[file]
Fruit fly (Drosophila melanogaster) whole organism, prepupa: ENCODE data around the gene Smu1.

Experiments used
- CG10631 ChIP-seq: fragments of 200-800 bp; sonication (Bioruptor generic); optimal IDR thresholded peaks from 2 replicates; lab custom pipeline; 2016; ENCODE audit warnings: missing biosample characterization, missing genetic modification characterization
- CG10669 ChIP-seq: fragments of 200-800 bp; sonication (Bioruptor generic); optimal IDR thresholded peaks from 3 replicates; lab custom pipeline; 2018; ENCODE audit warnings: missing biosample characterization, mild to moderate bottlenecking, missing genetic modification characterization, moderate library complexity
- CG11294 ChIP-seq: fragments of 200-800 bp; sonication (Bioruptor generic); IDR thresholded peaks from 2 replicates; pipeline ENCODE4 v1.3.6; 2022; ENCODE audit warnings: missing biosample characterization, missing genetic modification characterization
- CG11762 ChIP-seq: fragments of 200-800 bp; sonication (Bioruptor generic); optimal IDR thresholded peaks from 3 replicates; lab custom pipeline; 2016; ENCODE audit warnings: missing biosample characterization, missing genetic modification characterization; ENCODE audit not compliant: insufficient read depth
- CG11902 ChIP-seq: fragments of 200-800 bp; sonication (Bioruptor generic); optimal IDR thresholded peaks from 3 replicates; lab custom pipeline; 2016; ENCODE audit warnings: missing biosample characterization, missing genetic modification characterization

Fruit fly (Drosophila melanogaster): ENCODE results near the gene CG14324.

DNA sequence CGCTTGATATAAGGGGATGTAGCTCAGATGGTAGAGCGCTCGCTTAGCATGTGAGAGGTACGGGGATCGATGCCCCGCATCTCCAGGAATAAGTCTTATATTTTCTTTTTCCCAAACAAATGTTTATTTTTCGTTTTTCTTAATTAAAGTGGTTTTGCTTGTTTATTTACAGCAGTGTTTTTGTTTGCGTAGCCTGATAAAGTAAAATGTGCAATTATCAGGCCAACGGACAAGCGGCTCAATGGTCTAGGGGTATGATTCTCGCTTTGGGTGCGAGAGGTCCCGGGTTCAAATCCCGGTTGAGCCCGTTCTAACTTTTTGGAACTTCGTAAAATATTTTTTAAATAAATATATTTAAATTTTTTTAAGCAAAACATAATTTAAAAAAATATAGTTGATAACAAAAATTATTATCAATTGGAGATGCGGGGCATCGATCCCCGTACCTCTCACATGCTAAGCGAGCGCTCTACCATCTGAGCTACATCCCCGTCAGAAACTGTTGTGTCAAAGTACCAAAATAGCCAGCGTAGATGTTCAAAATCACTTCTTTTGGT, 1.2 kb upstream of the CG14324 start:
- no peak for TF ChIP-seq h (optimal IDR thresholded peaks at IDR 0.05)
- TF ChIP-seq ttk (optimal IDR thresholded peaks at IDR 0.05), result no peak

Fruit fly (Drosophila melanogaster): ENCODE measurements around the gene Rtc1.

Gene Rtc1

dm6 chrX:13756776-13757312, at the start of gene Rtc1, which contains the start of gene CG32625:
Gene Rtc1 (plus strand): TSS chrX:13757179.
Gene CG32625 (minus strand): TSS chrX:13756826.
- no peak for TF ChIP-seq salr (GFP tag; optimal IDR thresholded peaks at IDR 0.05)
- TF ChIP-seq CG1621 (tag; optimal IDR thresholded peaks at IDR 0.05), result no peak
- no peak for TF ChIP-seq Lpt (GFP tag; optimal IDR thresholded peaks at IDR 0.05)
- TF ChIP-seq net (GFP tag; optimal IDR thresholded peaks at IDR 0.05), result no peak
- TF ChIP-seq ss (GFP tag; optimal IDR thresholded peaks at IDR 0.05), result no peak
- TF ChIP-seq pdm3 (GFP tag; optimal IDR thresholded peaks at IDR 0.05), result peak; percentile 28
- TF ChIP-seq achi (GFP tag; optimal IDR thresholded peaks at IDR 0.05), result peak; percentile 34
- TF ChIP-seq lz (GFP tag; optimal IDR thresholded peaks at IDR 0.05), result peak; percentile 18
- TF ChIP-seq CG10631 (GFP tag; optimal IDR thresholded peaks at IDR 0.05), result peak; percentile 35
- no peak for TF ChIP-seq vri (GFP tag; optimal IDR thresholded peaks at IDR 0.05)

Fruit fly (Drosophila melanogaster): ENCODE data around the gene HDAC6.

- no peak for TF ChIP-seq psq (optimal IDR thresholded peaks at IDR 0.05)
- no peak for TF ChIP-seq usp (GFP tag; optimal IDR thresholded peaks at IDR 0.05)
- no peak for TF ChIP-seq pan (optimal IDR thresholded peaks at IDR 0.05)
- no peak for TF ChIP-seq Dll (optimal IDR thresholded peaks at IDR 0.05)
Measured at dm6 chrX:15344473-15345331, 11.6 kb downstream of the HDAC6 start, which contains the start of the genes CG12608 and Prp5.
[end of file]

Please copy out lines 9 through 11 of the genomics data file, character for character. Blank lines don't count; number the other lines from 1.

DNA sequence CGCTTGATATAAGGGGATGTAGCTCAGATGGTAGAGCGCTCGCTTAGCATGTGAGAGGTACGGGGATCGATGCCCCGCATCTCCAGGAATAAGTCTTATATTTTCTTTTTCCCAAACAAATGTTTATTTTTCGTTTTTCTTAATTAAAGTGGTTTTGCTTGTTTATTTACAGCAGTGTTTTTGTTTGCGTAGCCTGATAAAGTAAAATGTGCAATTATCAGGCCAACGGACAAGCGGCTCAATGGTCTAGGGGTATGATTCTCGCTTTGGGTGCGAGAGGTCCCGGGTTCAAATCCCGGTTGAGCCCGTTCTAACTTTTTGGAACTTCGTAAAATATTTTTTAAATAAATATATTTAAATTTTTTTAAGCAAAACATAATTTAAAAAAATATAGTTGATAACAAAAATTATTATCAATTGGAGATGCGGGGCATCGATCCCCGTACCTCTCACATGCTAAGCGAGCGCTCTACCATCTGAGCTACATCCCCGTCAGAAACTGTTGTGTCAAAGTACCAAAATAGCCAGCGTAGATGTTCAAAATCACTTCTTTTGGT, 1.2 kb upstream of the CG14324 start:
- no peak for TF ChIP-seq h (optimal IDR thresholded peaks at IDR 0.05)
- TF ChIP-seq ttk (optimal IDR thresholded peaks at IDR 0.05), result no peak